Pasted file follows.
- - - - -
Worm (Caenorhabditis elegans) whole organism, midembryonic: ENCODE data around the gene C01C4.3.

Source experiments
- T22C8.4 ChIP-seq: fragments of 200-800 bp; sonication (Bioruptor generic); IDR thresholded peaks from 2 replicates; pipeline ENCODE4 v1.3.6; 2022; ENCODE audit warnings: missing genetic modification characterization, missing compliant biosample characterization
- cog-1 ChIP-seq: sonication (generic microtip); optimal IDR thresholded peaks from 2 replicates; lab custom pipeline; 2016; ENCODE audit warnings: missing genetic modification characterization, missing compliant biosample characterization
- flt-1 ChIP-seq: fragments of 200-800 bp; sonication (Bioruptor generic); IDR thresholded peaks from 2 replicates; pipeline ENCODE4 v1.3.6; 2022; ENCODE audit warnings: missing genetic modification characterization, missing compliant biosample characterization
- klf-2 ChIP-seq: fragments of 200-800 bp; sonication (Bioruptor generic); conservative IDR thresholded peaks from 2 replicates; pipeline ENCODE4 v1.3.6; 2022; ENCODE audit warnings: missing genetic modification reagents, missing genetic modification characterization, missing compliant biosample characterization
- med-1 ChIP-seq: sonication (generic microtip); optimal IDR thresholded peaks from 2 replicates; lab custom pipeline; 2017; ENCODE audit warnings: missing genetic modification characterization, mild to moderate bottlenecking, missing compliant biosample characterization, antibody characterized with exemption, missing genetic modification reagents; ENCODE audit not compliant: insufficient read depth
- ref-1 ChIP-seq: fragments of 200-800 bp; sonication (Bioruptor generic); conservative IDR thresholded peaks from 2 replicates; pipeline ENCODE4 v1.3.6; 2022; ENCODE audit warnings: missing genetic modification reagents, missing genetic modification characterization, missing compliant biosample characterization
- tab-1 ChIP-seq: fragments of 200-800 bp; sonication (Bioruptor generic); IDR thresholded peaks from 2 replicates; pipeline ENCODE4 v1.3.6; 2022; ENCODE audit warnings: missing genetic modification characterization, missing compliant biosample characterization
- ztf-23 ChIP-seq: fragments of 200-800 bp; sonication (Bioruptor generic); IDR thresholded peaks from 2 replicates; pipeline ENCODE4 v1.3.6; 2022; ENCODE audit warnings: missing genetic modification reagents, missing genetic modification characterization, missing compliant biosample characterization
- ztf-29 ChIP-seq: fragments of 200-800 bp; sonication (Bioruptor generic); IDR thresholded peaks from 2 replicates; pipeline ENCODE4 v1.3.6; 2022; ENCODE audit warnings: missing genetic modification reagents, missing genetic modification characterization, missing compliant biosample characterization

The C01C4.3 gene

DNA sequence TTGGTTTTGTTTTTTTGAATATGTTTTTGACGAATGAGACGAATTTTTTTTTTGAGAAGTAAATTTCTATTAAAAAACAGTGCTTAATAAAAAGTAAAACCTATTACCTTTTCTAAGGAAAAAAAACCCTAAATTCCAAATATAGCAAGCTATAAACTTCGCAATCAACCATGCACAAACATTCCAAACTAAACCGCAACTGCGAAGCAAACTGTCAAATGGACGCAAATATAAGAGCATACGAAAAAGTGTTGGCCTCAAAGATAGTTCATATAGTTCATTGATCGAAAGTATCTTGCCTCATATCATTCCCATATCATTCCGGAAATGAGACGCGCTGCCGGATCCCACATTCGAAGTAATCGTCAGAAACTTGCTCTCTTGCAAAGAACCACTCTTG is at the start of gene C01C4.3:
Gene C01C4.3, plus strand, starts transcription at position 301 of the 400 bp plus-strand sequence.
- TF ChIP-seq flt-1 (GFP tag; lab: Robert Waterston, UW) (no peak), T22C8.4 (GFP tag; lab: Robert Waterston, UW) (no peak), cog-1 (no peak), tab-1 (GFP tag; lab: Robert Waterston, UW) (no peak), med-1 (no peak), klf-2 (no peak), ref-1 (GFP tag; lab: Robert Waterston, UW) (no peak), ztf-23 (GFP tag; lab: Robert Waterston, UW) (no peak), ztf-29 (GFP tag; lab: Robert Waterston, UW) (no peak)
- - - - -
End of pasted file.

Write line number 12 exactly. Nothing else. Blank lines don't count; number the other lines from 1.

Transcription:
The C01C4.3 gene